"Participation in roleplaying games requires mental effort, particularly imagination. This is no surprise, neither are roleplaying games distinctive for this reason. ...
The difference with roleplaying games is that they ask all the participants to exercise this creative ability. Role games ... require participation not only in the mechanics of play but also (and to a far greater extent) in the subject matter of play. All participants actually have important and demanding creative roles in such games, and their imaginative input is increased as long-term participation evolves.
This means that an ongoing roleplaying game, referred to as a campaign, alters from its original form into an amalgam of the printed game and the creative imagination of the group involved. As more is brought into the game by its participants during the play of adventures, or scenarios, that take place in the context of the campaign, they derive more from the game at the same time. ... Enjoyment grows as the game matures and becomes more complex and as the campaign's unique and independent personality develops. The game campaign actually alters to become the cooperative effort of the game manufacturer and the group playing it. In this way, the game, in each particular manifestation of itself, takes on a life of its own."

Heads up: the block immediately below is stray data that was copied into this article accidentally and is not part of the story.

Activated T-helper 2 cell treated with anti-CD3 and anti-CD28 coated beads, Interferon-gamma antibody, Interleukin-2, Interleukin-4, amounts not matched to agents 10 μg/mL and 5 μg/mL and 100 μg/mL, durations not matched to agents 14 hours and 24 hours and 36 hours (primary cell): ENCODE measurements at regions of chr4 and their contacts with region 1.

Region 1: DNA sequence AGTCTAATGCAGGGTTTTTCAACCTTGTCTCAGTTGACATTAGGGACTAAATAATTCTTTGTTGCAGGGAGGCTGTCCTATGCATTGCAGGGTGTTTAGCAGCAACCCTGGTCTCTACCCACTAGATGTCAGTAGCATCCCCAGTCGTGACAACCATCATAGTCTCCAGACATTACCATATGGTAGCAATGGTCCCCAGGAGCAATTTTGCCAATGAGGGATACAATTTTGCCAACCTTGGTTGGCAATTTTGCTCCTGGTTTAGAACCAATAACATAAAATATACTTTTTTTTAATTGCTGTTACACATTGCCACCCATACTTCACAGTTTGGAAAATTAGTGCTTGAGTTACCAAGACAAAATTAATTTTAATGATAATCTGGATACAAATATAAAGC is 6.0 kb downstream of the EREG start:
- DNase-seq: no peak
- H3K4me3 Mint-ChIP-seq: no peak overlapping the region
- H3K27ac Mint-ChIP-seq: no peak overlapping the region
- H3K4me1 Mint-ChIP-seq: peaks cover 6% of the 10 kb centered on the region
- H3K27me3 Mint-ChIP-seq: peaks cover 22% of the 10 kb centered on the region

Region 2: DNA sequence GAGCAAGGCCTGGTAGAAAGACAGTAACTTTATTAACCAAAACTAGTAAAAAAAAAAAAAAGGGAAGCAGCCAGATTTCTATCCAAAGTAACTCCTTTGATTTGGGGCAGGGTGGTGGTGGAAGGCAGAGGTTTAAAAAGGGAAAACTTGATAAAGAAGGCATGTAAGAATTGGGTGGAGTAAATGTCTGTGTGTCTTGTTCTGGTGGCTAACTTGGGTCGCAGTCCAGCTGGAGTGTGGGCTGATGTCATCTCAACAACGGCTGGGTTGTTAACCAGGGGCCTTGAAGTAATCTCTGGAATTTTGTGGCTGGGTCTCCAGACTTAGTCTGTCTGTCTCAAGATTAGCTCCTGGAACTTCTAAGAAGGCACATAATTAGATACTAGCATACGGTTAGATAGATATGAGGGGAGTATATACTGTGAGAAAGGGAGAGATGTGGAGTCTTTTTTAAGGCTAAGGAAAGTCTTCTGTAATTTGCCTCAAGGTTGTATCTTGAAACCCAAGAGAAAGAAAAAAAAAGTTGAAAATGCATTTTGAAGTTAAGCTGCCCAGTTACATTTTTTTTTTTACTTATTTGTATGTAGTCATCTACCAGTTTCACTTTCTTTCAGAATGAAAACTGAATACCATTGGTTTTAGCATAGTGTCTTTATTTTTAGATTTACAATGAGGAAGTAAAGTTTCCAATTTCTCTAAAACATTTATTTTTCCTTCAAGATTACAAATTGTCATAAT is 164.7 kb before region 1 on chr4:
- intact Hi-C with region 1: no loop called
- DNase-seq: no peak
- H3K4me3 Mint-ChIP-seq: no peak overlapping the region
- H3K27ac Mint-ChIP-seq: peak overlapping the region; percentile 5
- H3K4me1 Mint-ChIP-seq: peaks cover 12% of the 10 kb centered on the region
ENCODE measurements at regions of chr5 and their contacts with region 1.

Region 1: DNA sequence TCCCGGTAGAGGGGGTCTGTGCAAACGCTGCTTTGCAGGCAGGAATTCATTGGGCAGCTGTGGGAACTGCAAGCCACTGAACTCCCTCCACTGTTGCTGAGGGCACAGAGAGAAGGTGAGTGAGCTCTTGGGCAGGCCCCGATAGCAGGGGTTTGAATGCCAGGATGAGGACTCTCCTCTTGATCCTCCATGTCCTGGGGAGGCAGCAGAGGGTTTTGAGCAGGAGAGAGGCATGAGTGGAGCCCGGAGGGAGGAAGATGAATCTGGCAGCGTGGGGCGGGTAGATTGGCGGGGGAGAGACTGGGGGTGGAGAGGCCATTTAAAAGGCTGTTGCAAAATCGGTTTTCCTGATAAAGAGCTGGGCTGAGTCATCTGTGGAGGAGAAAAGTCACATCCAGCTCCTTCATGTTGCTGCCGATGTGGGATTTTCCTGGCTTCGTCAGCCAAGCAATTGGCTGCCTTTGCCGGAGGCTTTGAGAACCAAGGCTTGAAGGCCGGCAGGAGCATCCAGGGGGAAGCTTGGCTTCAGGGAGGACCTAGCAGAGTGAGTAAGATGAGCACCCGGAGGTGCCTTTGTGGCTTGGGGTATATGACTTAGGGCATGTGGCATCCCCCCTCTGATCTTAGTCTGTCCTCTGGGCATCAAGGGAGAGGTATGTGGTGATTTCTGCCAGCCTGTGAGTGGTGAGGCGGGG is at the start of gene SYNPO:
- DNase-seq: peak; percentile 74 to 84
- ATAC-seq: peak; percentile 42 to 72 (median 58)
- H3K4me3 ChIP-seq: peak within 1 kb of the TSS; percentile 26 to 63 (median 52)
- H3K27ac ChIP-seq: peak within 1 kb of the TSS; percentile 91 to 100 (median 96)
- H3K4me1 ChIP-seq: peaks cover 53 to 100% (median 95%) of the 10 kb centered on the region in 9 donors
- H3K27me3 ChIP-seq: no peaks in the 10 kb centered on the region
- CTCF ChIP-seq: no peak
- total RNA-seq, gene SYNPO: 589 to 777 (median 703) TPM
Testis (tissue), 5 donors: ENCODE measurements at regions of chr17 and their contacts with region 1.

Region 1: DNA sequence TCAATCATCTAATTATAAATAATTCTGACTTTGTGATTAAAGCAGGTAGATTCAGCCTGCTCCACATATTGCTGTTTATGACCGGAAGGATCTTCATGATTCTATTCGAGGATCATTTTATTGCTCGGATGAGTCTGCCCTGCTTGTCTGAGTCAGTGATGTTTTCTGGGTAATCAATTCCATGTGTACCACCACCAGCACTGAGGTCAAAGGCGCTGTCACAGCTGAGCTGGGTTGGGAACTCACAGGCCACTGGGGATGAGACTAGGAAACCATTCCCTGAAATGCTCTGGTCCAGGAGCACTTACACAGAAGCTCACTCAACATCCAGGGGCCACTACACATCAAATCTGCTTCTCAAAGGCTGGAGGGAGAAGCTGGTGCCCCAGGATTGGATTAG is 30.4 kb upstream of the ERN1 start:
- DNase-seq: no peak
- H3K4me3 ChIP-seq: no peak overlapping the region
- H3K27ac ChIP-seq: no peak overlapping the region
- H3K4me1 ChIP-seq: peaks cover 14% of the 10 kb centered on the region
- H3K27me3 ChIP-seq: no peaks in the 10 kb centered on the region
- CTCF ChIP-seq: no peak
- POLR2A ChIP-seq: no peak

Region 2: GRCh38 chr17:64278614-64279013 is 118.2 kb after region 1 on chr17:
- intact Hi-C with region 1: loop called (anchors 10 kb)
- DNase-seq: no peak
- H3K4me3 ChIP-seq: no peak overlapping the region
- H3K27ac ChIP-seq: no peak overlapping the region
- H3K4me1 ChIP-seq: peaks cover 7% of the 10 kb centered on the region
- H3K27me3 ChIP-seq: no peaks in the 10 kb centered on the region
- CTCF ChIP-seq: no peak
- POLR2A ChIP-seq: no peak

Now, if you've read and understood the implication and the depth of those words you can begin to see much in regards to the current state of gaming affairs worldwide. You can see why it has occurred and why it is a danger to the hobby as well. We are victims of our own imaginations--of their power and their uniqueness. But that is not the real reason I want to reflect on this matter right now. I want to make it more personal.
As any of you know who follow my blog with any degree of regularity I have a devil of a time making my mind up. I started gaming in 1981, and whether it's nostalgia or preference I like the way games were done back then. But what am I really looking for? I don't think it is nostalgia. It's that world born of the shared experience Gygax talks about, that was so vivid and intense in my youth. I haven't had that since about 1992. And honestly, it stayed as a very real part of me until 2005 when I actively started gaming again. It lived on in my memory.